The Top Four Reasons to See Macbeth.
By Kel Pero
Some of us are honest enough to admit that after we’ve seen a few productions of Shakespearean classics, we become a bit hard to please.
Notwithstanding the beauty and power of the language or the drama of the story, different productions can take on a sameness, often weighed down by the very things that make them enduring—that language, that story.
I was tentative going into the 2016 Stratford Festival production of “Macbeth.” I expected it to be enjoyable, but in a way that wouldn’t necessarily differentiate it from other versions of the play I’ve seen over my many years of both acting and theatre-going.
I was, as the saying goes, pleasantly surprised.
Of course this “Macbeth,” directed by Antoni Cimolino, features the usual high production values one expects from the Festival, as well as the level of polish and professionalism in terms of general execution. But there are four particular features of this “Macbeth” that make it something I strongly recommend you see.
1. The witches.
At first I felt a pang of disappointment upon seeing them, fearing that this production would be just another ugly-old-ladies-in-fright-wigs take on the witches.
I was wrong.
Cimolino and his team make the most of their resources and technology to make the weird sisters flashy and scary—but they do more than that, including the addition of a small twist at the play’s end about which I’ll say nothing more than to remark that the director clearly wants to remind us that tragedies may show us the end of a particular, bloody story, but they can never show us the end of human turmoil.
2. The Macbeths themselves.
and Ian Lake as Macbeth.
I may be in a minority on this point, but the thing I found most compelling about this lord and lady was how ordinary they seemed.
The lady is not some horrifically fascinating termagant, but a young, sympathetic-seeming woman whose ambition is (mis)fired by opportunity. Macbeth himself is a solid, likeable soldier, not the weakling as which he’s often presented.
One can actually see the road down which they barrel, with all its horrible consequences, unfolding for them in the way it might, and has, for any number of restless, grasping couples whose personal dynamic and thoughtlessness have driven them over a precipice. Add the supernatural and social forces of the world in which Macbeth takes place, and you’ve got something really compelling and strangely, as the term now goes, “relatable.”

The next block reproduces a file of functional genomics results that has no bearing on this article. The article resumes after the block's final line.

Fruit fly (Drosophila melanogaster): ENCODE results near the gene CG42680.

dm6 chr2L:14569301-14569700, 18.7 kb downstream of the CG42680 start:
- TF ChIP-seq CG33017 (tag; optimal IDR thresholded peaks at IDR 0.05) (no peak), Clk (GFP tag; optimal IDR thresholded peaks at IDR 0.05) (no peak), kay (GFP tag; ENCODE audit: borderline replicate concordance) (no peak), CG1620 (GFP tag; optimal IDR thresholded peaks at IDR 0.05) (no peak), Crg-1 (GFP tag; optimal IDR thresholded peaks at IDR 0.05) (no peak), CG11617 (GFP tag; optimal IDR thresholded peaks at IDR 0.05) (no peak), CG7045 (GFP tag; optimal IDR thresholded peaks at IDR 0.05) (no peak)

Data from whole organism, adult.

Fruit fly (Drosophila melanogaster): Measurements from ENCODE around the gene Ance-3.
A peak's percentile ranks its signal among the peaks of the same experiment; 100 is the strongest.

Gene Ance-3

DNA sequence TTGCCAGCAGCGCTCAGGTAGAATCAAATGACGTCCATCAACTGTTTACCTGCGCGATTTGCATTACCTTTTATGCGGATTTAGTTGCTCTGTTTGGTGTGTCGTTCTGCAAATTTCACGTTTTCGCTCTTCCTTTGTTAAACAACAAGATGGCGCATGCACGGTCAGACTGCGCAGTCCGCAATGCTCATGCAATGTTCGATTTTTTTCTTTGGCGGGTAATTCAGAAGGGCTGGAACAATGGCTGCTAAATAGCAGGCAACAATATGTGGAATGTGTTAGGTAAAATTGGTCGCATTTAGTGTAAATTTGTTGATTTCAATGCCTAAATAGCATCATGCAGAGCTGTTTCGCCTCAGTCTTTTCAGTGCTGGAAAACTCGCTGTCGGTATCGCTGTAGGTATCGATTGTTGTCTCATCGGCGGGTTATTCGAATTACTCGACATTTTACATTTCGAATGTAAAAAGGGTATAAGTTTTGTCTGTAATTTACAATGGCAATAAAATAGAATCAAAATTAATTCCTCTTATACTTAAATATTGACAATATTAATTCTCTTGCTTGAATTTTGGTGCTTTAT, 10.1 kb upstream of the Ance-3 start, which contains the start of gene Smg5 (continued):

3. The use of—gasp!—silence.
Virtually every production of “Macbeth” in at least the last thirty years has leaned heavily on the sexual tension between the lord and lady—with varying results (that kind of stuff is hard to conjure if it isn’t organic between the two leads). This often takes the form of the two of them running at each other and doing their best to appear to be tearing off one another’s clothes for a good round of celebratory shagging—within the confines of the stage, which will not actually allow that (at least in any production I’ve seen).
The current Stratford production, however, does something that is, in my opinion, far more revolutionary, and erotic: it has the two greet each other with affection, but then later continue in silence as Macbeth washes at a basin while his wife sits and observes. This goes on for what seems in stage time like an eternity—and I mean that in a good way.
and Ian Lake as Macbeth.
In a theatre climate in which it often seems that directors and actors alike are terrified of silence—What if we lose the audience? Don’t they all have the attention spans of cornflakes?—this scene actually allows the audience to absorb the weight of the actors’ actions, their gaze, the atmosphere around a husband and wife together again in their home after long absence from each other. I felt a surge of joy at this scene; it was, to me, enormously effective.
If I were given the power to change one thing in theatre right now, I would reintroduce the quiet moment, the thoughtful stop, the line delivered with deliberation; I find far too many plays, and productions of Shakespeare in particular, are devoid of it. It’s a loss that’s worth remedying. The pause isn’t just for Pinter.
4. The naturalistic delivery of soliloquys.
It’s hard to get out from under Shakespeare’s language at times.
We’ve built such a structure around it in the past century or so in particular that even on stage, when it should be at its most mobile and natural, it can seem more monument than anything. I’m not a fan of traditional park-and-bark speech delivery, which I think pays greater tribute to this monumental angle than to the fact that Shakespeare’s characters actually use his language “to speak and convey things”—sometimes just to themselves.
I was delighted to see that this production (or at least the performance that I saw—these things can change as a production matures) favours this naturalistic approach; when I saw it, I could believe that Macbeth was saying “Tomorrow, and tomorrow, and tomorrow” alone, desolate, despairing. This and the embrace of silence were the most refreshing elements of this production for me.
There’s good reason for the critical acclaim with which “Macbeth” has been met this season. Your experience of it may turn out to be quite different from mine, but I can say with confidence that you’ll enjoy it.
Photography by David Hou.
By Kel Pero
Kel Pero holds a PhD is in English literature, and has has taught in the disciplines of English literature and theatre at the university level. She frequently does lectures and program notes for Canada’s Stratford Festival, and was a founding member of Ottawa’s Plosive Productions.
Kel’s a proud member of ACTRA and CAEA, and is the owner of KMP and Associates.
Click for more about Kel.
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